Nairobi Sheep Disease
Nairobi Sheep Disease is a tick-borne viral disease, causing a haemorrhagic gastro-enteritis (bloody diarrhea) with high fever, pulmonary oedema (lung damage), abortion and high mortality - in susceptible sheep up to 90%.
Nairobi Sheep Disease occurs in Eastern Africa from Ethiopia , Somalia , through Kenya , Uganda and Tanzania , to Mozambique , Botswana and the Congo .
The causal nairovirus, of the family Bunyaviridae, is probably the most deadly virus known for sheep and goats. It is identical to, or closely related to, Ganjam virus, a tick-borne infection of sheep, goats and people in India; and is serologically related to Dugbe virus, another tick-borne infection occurring in cattle in West Africa, and to Crimean-Congo Haemorrhagic Fever virus of man. Man may be infected by all of these viruses, and with the exception of Crimean-Congo Haemorrhagic Fever, which causes a severe haemorrhagic disease in man, the symptoms are those of a mild febrile illness, characterized by generalized abdominal pain, headache and backache.
Mode of Spread
The principal tick vector is the Brown Ear Tick, Rhipicephalus apendiculatus, but other tick species, such as Amblyomma may also be responsible for transmitting the disease. The virus can survive for at least 18 months in unfed ticks. This means that eradication is very difficult.
The virus cycles silently between indigenous sheep and goats and brown ear ticks. Clinical disease occurs when sheep and goats reared in tick-free areas are moved into tick-infested areas, or when sheep and goats from tick-infested areas enter tick-free areas while still harbouring infected ticks, which in turn feed on and infect susceptible sheep and goats.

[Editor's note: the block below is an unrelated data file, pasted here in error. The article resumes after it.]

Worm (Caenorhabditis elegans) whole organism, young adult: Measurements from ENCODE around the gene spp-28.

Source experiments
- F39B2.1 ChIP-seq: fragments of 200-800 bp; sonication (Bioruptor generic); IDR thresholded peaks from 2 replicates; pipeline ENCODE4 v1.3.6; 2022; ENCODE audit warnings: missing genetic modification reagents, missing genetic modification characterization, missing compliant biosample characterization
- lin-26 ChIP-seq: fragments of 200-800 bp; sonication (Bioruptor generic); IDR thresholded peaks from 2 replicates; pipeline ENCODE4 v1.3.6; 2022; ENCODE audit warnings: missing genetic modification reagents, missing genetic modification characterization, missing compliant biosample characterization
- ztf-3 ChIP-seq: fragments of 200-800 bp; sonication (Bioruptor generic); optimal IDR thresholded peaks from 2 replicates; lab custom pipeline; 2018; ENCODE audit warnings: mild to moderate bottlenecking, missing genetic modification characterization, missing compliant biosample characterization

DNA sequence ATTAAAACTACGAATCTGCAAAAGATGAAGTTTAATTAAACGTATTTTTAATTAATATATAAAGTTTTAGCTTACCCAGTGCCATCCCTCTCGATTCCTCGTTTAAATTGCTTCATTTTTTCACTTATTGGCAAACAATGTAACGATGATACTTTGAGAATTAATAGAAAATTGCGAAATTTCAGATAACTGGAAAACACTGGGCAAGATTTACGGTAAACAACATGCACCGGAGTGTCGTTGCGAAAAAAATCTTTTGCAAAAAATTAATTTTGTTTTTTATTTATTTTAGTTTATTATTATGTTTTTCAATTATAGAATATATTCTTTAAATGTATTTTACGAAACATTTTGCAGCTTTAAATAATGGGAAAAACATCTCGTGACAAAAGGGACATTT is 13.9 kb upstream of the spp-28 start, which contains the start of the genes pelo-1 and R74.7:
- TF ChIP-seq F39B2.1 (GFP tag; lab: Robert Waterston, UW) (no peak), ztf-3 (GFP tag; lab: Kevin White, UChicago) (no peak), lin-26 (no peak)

- Inapparent natural infections also occur in antelopes, and there is some evidence that the peri-domestic rat of East Africa is also naturally infected.
- Cattle appear to be resistant.
- Although the antibody prevalence in man is high in Eastern and Southern Africa , clinical symptoms rarely occur.
- Although the virus is shed in urine and faeces, the disease is NOT spread by contact.
Signs of Nairobi Sheep Disease
The incubation period is about 4-5 days, followed by a fever lasting for 1-3 days.
Illness is manifested by
- lack of appetite,
- pus/blood-stained nasal mucus discharge and
- asmelly diarrhea causing painful straining.
- Pregnant animals frequently abort.
- Some animals may die within 3 days. In others the disease is prolonged for 5-9 days.
Animals reared in areas infested with infected ticks are usually resistant. In contrast symptoms in susceptible sheep from previously non infected areas is serious, and mortality may reach 90%. The reactions in young lambs and kids are not as severe as in adults.
A natural attack gives survivors with a life-long immunity with the production of antibodies.
Post-mortem reveals a severe haemorrhagic gastro-enteritis and enlargement of all lymphoid tissue. In addition small haemorrhages often stud the outside and inside of the heart. Skin haemorrhages have been seen in the fetuses of pregnant ewes which die. Haemorrhages have also been seen in several other organs, such as the caecum, colon, gallbladder and kidney. Conjunctivitis and dried crusts around the nostrils are also often seen.
The post-mortem signs, together with a history of movement of susceptible animals into a tick-infested area, should give rise to a presumptive diagnosis of Nairobi Sheep Disease.
Confirmation requires the detection of virus or viral antigen or antibodies. The preferred specimens are blood in anti-coagulant or serum from febrile animals, mesenteric lymph nodes and spleen, forwarded to the laboratory on wet ice. Various laboratory tests are available to confirm the diagnosis.
Diseases with similar symptoms
This includes Peste des Petit Ruminants, Rift Valley Fever, Heartwater, Salmonellosis, Parasitic Gastro-enteritis and Coccidiosis.
In endemic areas infections with Nairobi Sheep Disease virus are silent and here infection does not warrant the application of control measures. However, sheep and goats imported into tick-infested areas should be vaccinated prophylactically before movement, or as soon as possible after they arrive.
Attenuated and inactivated vaccines are available, the latter being the more effective.
Treatment and Control
There is no specific treatment and any treatment is purely symptomatic, and supportive.
Unaffected animals in a flock may be treated with acaricides to try to lessen infection by infected ticks.